While defining forced labour, the International Labour Organisation says that passport retention can be an indicator of forced labour. ILO says that forced labour, a violation of the basic human right to work in freedom and freely choose one’s work, is any work or service that is exacted from any person under the menace or threat of a penalty, and which the person has not entered into of his or her own free will.

According to ILO, two elements characterise forced or compulsory labour.

One is threat of penalty, which may consist in a penal sanction, such as the refusal to pay wages or forbidding a worker from travelling freely.

And the second one is work or service undertaken involuntarily, deciding whether work is performed voluntarily often involves looking at external and indirect pressures, such as the withholding worker‘s identity documents, including their passport.

In the case of the Kharafi company workers, it is clear that they have been subjected to forced labour as their passports are held back restricting their freedom of movement, as per ILO norms.

Rajesh S, a migrant worker from Tamil Nadu in the same company, said that as he is not well and wants to return immediately. He is going to give up his pending salary and pay the overstaying fine from his own pocket and go home.

“I have severe stomach pain. I need advanced treatment. So, I have decided to go home. And the only way to make it happen is spend money from my own pocket to pay the overstaying fines, get the passport and leave the country,” Rajesh added.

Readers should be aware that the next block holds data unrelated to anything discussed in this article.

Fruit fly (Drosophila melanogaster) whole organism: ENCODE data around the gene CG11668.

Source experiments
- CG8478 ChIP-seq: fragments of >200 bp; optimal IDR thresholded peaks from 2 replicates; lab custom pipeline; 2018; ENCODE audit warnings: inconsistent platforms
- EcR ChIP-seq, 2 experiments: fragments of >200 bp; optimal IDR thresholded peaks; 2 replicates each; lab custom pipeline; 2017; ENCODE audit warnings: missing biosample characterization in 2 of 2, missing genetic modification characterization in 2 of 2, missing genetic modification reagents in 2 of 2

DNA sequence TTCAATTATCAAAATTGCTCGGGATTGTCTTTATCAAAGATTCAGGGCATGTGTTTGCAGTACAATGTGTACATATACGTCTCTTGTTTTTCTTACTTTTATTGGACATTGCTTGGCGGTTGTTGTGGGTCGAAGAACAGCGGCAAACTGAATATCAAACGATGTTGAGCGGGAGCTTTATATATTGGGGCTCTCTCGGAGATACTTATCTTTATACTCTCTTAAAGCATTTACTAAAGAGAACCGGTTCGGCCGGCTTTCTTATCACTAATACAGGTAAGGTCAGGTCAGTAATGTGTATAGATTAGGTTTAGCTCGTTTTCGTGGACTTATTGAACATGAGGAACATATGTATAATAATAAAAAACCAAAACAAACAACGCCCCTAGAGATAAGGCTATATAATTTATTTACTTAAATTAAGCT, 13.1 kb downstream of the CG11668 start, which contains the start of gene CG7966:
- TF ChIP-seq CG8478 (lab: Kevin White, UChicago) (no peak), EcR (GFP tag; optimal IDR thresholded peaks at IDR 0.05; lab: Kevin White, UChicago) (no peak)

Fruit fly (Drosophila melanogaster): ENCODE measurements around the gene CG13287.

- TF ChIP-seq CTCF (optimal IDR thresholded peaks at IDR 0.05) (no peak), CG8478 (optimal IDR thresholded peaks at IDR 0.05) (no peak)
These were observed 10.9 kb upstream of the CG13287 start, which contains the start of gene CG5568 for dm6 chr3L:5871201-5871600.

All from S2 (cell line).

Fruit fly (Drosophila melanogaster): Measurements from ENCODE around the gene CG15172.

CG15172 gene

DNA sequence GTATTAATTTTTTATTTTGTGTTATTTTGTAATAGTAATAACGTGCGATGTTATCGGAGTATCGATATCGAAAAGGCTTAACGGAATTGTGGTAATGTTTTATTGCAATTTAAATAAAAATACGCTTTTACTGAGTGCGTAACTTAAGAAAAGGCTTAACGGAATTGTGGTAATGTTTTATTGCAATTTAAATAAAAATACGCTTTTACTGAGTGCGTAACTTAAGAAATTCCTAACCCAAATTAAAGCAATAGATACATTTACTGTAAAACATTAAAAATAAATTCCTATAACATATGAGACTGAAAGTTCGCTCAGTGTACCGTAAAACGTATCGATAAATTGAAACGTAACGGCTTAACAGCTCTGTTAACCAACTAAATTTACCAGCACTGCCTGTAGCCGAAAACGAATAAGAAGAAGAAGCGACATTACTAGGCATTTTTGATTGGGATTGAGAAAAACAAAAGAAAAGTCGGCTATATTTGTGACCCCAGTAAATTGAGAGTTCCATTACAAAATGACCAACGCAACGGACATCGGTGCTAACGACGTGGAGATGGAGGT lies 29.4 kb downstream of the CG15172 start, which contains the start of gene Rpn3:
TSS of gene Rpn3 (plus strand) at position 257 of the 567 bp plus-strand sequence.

Around 30 workers from Mangaff camp were shifted to the main camp in Sulaibya and around 45 workers are holding a protest at the company’s headquarters. Shaheed Sayyed, an Indian social worker in Kuwait, said some of the workers are not physically well and some have emergencies back home.

“A few days ago, one worker’s father passed away and today (Jan 15, 2017) another similar case has happened. In both cases, the workers couldn’t go back,” she said. Shaheed, she added that after the Indian minister’s visit there are some positive developments. “We heard that the Kuwait government is ready to waive off overstaying fines and provide fresh visas for those who are willing to join new companies. Let it happen soon,” she added.

Meanwhile, Rafeek Ravuther, an Indian migrant rights activist in Kerala, said that waiving off fines and providing fresh visas is a welcome move. “But what about unpaid salaries? I know people in that company who have worked for more than 10 years. Think about their gratuity and other pending benefits. Will they be in a condition to find a new job or return empty handed?” Rafeek asked.

Kuwait and other Gulf countries are struggling financially following the dip in oil price since 2014.
Kuwait’s general budget has registered a KWD 1.94 billion ($6.43 billion) deficit in the first half of the financial year 2017-2018 which was concluded last September. “And when the country struggles, the first casualty is the migrant worker,” Rafeek added.

(The article is published as part of the author’s 2017-18 Panos South Asia Media Fellowship programme under the theme Forced Labour and Trafficking. The Panos fellowship is backed by International Labour Organisation (ILO), Swiss Agency for Development and Cooperation (SDC) and Ethical Journalism Network.)

The article is published as part of the author’s 2017-18 Panos South Asia Media Fellowship programme under the theme Forced Labour and Trafficking. The Panos fellowship is backed by International Labour Organisation (ILO), Swiss Agency for Development and Cooperation (SDC) and Ethical Journalism Network.

Leave a Reply

Your email address will not be published. Required fields are marked *